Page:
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Schuetz C.,University of Ulm | Neven B.,Unite dImmuno Hematologie | Neven B.,University of Paris Descartes | Dvorak C.C.,University of California at San Francisco | And 29 more authors.
Blood | Year: 2014

A subgroup of severe combined immunodeficiencies (SCID) is characterized by lack of T and B cells and is caused by defects in genes required for T- and B-cell receptor gene rearrangement. Several of these genes are also involved in nonhomologous end joining of DNA double-strand break repair, the largest subgroup consisting of patients with T-B-NK +SCID due to DCLRE1C/ARTEMIS defects. We postulated that in patients with ARTEMIS deficiency, early and late complications following hematopoietic cell transplantation might be more prominent compared with patients with T -B-NK+SCID caused by recombination activating gene 1/2 (RAG1/2) deficiencies. We analyzed 69 patients with ARTEMIS and 76 patients with RAG1/2 deficiencies who received transplants from either HLA-identical donors without conditioning or from HLA-nonidentical donors without or with conditioning. There was no difference in survival or in the incidence or severity of acute graft-versus-host disease regardless of exposure to alkylating agents. Secondary malignancies were not observed. Immune reconstitution was comparable in both groups, however, ARTEMIS-deficient patients had a significantly higher occurrence of infections in long-term follow-up. There is a highly significant association between poor growth in ARTEMIS deficiency and use of alkylating agents. Furthermore, abnormalities in dental development and endocrine late effects were associated with alkylation therapy in ARTEMIS deficiency. (Blood. 2014;123(2):281-289). © 2014 by The American Society of Hematology.


PubMed | Besancon University Hospital Center, University of Genoa, Center Hospitalier, Montpellier University Hospital Center and 7 more.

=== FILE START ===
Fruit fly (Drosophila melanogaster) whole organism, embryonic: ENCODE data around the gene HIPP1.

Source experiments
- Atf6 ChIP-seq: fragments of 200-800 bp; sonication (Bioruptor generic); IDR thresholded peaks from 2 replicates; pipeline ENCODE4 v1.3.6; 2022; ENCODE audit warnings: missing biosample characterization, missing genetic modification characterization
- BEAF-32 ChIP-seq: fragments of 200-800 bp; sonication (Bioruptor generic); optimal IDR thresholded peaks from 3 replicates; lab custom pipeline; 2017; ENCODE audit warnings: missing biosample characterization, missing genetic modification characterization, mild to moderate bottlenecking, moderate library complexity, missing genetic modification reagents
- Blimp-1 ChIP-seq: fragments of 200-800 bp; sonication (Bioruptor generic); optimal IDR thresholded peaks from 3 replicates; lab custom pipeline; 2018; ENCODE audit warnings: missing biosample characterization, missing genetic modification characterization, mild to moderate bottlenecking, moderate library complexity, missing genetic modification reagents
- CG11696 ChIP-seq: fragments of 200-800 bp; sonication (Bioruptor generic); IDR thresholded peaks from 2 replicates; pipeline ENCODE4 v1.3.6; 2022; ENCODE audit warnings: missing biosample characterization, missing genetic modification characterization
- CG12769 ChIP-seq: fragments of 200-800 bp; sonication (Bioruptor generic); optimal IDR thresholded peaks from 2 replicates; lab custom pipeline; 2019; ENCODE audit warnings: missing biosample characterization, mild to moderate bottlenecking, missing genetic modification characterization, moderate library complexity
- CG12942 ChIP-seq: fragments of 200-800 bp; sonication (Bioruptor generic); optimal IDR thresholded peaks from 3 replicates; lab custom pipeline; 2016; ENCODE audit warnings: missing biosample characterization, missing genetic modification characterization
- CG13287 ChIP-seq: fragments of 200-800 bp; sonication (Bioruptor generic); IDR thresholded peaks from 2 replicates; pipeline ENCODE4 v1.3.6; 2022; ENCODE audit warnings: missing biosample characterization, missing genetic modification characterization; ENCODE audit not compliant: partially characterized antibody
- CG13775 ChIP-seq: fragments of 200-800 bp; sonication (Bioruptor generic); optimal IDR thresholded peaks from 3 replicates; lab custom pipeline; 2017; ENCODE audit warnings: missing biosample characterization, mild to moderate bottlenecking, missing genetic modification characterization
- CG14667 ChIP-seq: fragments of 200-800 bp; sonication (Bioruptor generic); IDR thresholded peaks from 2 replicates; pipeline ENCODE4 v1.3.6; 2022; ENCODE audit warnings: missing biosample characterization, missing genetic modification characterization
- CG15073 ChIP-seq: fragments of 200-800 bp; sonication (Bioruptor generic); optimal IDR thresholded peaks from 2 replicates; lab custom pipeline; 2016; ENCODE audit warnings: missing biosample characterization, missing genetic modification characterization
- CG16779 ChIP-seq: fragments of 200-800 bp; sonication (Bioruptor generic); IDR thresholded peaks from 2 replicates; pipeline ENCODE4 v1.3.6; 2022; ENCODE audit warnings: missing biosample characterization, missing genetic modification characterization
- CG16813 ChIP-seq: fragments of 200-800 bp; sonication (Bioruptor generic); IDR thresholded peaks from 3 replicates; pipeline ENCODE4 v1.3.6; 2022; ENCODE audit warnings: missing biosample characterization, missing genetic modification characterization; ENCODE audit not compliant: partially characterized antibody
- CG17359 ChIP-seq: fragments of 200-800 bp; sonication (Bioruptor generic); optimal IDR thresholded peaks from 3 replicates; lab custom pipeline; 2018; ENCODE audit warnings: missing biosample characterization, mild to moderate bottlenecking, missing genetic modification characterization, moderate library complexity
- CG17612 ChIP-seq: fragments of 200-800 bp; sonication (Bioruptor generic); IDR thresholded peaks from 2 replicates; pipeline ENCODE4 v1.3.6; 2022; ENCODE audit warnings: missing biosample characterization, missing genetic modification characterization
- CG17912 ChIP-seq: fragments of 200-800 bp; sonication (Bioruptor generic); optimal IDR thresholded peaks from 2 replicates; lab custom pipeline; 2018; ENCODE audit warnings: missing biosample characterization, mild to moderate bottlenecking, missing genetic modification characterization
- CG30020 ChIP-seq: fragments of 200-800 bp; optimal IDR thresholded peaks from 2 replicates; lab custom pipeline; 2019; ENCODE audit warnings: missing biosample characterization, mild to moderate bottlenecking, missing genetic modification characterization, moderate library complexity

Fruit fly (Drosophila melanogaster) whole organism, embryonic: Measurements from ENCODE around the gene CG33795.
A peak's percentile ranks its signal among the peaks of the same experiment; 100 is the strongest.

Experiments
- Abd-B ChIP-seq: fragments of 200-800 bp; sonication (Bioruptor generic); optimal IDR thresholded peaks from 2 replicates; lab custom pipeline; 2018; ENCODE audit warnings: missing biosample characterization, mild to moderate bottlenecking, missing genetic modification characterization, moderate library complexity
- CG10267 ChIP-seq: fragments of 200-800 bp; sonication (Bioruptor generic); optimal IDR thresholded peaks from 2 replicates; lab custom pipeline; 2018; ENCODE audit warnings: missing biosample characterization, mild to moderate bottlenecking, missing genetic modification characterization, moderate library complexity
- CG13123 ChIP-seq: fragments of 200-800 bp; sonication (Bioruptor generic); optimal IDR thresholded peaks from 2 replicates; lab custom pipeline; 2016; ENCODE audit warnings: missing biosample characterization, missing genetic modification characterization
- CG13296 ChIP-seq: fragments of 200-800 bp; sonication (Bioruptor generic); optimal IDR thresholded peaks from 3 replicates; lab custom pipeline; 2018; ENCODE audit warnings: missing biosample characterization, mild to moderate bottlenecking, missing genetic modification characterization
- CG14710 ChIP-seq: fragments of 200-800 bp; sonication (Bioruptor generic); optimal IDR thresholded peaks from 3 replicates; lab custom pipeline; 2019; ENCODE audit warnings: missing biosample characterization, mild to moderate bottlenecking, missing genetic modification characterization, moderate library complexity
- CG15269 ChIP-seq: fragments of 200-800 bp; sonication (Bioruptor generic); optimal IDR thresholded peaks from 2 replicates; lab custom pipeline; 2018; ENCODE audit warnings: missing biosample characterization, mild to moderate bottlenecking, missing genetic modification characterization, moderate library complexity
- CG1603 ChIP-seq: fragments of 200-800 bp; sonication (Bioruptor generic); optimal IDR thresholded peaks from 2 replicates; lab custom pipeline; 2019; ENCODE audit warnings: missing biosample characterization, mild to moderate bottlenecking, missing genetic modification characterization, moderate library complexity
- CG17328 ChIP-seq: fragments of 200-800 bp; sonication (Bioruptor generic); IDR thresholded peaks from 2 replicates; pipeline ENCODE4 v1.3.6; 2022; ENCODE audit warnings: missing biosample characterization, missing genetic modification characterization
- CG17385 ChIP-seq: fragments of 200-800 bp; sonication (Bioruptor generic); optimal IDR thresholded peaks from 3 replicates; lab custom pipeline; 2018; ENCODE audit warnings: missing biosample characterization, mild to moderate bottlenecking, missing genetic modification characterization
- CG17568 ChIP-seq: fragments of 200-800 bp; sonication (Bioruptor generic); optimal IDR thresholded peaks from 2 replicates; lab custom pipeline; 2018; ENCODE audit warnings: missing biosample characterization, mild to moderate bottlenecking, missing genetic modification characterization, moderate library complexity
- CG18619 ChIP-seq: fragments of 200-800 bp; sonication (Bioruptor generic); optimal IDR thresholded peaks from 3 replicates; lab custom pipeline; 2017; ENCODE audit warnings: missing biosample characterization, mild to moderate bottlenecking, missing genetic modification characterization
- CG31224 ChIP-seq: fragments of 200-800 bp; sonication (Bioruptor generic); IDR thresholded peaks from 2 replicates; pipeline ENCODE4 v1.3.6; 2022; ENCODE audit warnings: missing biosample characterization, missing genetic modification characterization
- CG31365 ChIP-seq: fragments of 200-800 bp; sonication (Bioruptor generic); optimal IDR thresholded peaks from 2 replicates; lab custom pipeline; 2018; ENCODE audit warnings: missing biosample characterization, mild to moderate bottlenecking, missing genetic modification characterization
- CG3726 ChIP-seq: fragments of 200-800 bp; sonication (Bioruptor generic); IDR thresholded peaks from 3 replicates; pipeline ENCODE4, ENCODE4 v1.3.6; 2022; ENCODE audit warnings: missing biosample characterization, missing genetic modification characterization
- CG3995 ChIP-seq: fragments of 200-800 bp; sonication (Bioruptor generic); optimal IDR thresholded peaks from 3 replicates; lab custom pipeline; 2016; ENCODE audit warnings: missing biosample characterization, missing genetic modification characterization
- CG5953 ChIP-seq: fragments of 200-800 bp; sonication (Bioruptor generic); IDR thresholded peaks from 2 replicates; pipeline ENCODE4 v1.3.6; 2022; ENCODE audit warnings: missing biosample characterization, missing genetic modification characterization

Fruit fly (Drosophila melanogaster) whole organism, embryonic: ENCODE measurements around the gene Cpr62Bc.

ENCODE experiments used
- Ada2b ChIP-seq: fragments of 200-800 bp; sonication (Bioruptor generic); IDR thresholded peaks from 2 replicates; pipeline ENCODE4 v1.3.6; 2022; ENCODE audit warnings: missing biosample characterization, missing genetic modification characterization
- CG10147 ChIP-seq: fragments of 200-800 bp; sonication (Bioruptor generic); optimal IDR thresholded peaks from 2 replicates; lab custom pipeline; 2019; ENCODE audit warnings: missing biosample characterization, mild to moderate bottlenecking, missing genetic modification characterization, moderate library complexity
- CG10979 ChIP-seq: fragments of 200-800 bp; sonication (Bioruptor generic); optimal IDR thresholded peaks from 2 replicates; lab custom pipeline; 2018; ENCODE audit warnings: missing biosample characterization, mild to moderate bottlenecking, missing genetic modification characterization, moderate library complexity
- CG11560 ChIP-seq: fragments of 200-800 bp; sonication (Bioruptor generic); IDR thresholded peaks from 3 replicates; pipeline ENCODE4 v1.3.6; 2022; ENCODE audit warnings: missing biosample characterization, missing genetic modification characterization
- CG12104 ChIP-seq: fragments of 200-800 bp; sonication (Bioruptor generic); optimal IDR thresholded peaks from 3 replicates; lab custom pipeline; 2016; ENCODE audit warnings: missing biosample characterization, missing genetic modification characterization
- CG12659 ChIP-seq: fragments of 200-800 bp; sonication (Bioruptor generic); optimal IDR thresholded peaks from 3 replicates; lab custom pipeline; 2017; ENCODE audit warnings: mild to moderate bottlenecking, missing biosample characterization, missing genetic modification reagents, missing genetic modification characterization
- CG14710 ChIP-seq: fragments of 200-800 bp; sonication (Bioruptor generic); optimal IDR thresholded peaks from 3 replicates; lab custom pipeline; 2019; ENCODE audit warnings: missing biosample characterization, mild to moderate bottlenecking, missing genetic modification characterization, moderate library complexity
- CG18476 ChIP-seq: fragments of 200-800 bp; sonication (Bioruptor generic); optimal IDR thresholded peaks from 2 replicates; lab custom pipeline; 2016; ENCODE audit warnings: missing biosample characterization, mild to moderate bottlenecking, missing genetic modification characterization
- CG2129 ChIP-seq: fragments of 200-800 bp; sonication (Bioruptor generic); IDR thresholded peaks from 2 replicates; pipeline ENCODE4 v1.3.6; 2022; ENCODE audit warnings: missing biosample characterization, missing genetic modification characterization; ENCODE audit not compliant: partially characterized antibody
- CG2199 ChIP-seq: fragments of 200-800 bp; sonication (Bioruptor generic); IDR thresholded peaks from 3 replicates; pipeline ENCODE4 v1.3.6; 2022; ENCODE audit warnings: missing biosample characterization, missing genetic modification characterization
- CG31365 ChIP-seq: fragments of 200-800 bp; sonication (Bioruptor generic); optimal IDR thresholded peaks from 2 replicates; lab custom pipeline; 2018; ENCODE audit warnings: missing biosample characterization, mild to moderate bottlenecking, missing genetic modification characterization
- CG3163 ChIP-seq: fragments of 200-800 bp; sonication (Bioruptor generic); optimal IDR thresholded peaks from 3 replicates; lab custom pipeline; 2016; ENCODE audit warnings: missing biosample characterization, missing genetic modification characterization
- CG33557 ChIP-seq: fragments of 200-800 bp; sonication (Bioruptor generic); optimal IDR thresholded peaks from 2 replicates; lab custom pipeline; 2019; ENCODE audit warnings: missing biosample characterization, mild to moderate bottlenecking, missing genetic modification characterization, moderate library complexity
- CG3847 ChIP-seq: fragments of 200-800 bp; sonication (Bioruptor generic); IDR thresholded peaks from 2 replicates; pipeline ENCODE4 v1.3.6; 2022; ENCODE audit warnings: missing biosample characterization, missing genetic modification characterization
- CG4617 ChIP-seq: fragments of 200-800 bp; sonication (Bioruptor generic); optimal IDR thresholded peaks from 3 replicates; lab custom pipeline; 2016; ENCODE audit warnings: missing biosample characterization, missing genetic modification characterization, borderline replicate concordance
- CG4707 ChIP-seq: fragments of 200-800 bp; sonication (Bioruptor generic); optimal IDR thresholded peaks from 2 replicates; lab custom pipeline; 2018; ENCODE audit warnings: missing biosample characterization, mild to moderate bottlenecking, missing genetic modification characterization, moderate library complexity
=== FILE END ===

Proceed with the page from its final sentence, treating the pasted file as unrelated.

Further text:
Type: | Journal: Allergy | Year: 2016

Schnitzler syndrome is characterized by an urticarial rash, a monoclonal gammopathy, and clinical, histological, and biological signs of neutrophil-mediated inflammation. The aim of this study was to assess the applicability and validity of the existing diagnostic criteria in real-life patients.This multicentric study was conducted between 2009 and 2014 in 14 hospitals in which patients with Schnitzler syndrome or controls with related disorders were followed up. We compared the sensitivities and specificities and calculated the positive and negative predictive values of the Lipsker and of the Strasbourg criteria for the patients with Schnitzler syndrome and for the controls. We included 42 patients with Schnitzler syndrome, 12 with adult-onset Stills disease, 7 with cryopyrin-associated periodic disease, 9 with Waldenstrm disease, and 10 with chronic spontaneous urticaria.All patients with Schnitzler syndrome met the Lipsker criteria. According to the Strasbourg criteria, 34 patients had definite Schnitzler syndrome, five had probable Schnitzler syndrome, and three did not meet the criteria. One control met the Lipsker criteria and had probable Schnitzler syndrome according to the Strasbourg criteria. Sensitivity and specificity of the Lipsker criteria were 100% and 97%, respectively. For the Strasbourg criteria, sensitivity for definite and probable diagnosis was 81% and 93%, respectively, with a corresponding specificity of 100% and 97%.Diagnostic criteria currently in use to diagnose Schnitzler syndrome are reliable. More investigations must be done to attest their efficiency in patients with recent-onset manifestations.

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